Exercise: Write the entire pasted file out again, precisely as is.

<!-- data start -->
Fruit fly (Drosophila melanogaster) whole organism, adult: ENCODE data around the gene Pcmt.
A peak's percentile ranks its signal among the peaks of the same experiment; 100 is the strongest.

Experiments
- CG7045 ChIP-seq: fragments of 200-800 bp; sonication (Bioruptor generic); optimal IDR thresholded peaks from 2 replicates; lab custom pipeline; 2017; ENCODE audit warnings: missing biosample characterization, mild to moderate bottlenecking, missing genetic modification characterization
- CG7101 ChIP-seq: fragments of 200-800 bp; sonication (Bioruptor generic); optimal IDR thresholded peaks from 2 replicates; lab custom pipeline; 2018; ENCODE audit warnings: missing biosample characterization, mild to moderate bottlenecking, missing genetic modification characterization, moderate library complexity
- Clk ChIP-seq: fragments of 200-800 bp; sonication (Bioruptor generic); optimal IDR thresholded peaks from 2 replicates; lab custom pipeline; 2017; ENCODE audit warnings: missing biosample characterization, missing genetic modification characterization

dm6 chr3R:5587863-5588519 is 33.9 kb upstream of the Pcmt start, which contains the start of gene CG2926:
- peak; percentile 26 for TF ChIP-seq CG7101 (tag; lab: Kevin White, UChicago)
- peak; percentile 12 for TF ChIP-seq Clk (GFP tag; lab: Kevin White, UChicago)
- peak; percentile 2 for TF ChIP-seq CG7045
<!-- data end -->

Fruit fly (Drosophila melanogaster) whole organism, adult: ENCODE data around the gene Pcmt.
A peak's percentile ranks its signal among the peaks of the same experiment; 100 is the strongest.

Experiments
- CG7045 ChIP-seq: fragments of 200-800 bp; sonication (Bioruptor generic); optimal IDR thresholded peaks from 2 replicates; lab custom pipeline; 2017; ENCODE audit warnings: missing biosample characterization, mild to moderate bottlenecking, missing genetic modification characterization
- CG7101 ChIP-seq: fragments of 200-800 bp; sonication (Bioruptor generic); optimal IDR thresholded peaks from 2 replicates; lab custom pipeline; 2018; ENCODE audit warnings: missing biosample characterization, mild to moderate bottlenecking, missing genetic modification characterization, moderate library complexity
- Clk ChIP-seq: fragments of 200-800 bp; sonication (Bioruptor generic); optimal IDR thresholded peaks from 2 replicates; lab custom pipeline; 2017; ENCODE audit warnings: missing biosample characterization, missing genetic modification characterization

dm6 chr3R:5587863-5588519 is 33.9 kb upstream of the Pcmt start, which contains the start of gene CG2926:
- peak; percentile 26 for TF ChIP-seq CG7101 (tag; lab: Kevin White, UChicago)
- peak; percentile 12 for TF ChIP-seq Clk (GFP tag; lab: Kevin White, UChicago)
- peak; percentile 2 for TF ChIP-seq CG7045